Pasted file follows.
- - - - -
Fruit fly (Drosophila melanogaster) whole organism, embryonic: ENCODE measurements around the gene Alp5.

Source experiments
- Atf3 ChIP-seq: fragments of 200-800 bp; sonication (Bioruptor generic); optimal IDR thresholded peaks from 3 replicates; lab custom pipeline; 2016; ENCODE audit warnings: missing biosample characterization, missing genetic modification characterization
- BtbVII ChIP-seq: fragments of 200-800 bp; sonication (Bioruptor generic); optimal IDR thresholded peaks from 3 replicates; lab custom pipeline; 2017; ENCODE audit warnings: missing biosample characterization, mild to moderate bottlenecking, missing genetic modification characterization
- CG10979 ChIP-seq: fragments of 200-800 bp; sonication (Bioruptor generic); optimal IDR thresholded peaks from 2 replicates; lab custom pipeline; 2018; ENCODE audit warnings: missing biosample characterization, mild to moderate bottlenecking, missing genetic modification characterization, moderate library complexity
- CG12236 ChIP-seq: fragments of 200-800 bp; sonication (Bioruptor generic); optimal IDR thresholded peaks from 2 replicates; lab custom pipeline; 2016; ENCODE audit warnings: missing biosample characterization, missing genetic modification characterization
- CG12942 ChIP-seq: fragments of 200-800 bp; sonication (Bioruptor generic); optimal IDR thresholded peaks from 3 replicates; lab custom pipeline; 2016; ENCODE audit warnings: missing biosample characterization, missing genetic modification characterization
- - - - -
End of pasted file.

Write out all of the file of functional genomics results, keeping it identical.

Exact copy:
Fruit fly (Drosophila melanogaster) whole organism, embryonic: ENCODE measurements around the gene Alp5.

Source experiments
- Atf3 ChIP-seq: fragments of 200-800 bp; sonication (Bioruptor generic); optimal IDR thresholded peaks from 3 replicates; lab custom pipeline; 2016; ENCODE audit warnings: missing biosample characterization, missing genetic modification characterization
- BtbVII ChIP-seq: fragments of 200-800 bp; sonication (Bioruptor generic); optimal IDR thresholded peaks from 3 replicates; lab custom pipeline; 2017; ENCODE audit warnings: missing biosample characterization, mild to moderate bottlenecking, missing genetic modification characterization
- CG10979 ChIP-seq: fragments of 200-800 bp; sonication (Bioruptor generic); optimal IDR thresholded peaks from 2 replicates; lab custom pipeline; 2018; ENCODE audit warnings: missing biosample characterization, mild to moderate bottlenecking, missing genetic modification characterization, moderate library complexity
- CG12236 ChIP-seq: fragments of 200-800 bp; sonication (Bioruptor generic); optimal IDR thresholded peaks from 2 replicates; lab custom pipeline; 2016; ENCODE audit warnings: missing biosample characterization, missing genetic modification characterization
- CG12942 ChIP-seq: fragments of 200-800 bp; sonication (Bioruptor generic); optimal IDR thresholded peaks from 3 replicates; lab custom pipeline; 2016; ENCODE audit warnings: missing biosample characterization, missing genetic modification characterization